UBI trial finds money inhibits our resources

It has been given little recognition but Finland has issued its report on its Universal Basic Income (UBI) trial of 2017/18.

Actually, given the results, it doesn’t matter that the the trials were, in my view somewhat flawed, and it was not randomised as you had to be unemployed to receive it. So in effect you got an unconditional unemployment benefit – or, for the control group, a conditional one. Nonetheless they actually show that personal financial security is mind changing…

The three conclusions highlighted by the RSA were as follows

Recipients of basic income were more satisfied with their lives and experienced less mental strain, depression, sadness and loneliness than a control group.

Basic income had a mild positive effect on employment, particularly in certain groups such as families with children.

They also scored better on other measures of wellbeing, reporting a greater feeling of autonomy, financial security, and confidence in the future.

The RSA continues:

Wellbeing is a vital measure of economic insecurity. The Finnish Basic Income trials results published today show the importance of getting cash to people now. Even getting a small amount of money has a big effect on people’s agency and sense of control, especially those in real trouble, who this experiment focused on.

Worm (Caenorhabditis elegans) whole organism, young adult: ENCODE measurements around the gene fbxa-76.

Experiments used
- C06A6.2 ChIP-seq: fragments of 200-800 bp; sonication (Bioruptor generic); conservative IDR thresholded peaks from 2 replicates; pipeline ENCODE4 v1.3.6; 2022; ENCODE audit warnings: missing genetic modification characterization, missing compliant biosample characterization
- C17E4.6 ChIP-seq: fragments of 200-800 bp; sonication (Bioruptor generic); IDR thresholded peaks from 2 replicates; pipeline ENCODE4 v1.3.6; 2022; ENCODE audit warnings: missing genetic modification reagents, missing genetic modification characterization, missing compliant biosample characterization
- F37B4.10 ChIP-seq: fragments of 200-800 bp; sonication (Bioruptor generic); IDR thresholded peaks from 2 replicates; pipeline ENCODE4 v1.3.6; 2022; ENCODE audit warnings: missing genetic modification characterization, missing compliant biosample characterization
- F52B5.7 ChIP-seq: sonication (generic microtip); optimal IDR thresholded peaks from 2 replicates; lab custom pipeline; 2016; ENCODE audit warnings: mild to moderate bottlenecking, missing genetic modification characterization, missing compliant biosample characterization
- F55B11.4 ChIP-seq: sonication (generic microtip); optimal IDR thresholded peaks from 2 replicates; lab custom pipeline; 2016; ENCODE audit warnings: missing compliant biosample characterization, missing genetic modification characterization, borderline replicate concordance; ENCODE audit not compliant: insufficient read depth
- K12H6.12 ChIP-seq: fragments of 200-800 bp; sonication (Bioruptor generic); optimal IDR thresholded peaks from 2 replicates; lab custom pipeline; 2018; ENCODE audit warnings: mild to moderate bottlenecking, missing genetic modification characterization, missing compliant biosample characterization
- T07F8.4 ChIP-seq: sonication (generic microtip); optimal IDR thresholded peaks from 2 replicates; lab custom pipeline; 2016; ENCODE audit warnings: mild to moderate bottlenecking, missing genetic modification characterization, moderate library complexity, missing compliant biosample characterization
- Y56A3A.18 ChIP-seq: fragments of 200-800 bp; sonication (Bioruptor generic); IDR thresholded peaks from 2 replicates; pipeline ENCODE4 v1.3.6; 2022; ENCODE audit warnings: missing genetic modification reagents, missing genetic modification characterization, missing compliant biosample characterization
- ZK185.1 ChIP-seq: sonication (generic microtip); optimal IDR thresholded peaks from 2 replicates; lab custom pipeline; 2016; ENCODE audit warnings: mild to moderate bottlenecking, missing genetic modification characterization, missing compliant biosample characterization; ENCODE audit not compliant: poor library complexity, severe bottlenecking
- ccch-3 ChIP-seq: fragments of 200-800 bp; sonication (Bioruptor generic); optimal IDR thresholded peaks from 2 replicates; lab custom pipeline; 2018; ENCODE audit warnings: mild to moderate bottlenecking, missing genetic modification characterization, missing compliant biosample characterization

It could be argued that focussing on those in real trouble gave the experiment an over confident chance of success. But of course under normal ‘neoliberal’ circumstances those people would actually be encouraged to ‘find a job’ and told that a job was the way out of all their problems. Only a strictly conditional income is supposedly the way to achieve personal wellbeing.

Here we see that, on the contrary, an unconditional income solves a lot of problems.

Furthermore, given the individual benefits, it is pretty clear that it is actually likely to reduce state expenditure on mental and physical ill-health and other poverty induced problems.

So, oh dear, even in tax and spend terms it is a win…

But of course in spend and tax terms we are limited only by our resources not our money.

So I’d suggest that the important conclusion from this report is that it indicates that we are so blinded by money that our money is actually inhibiting our resources.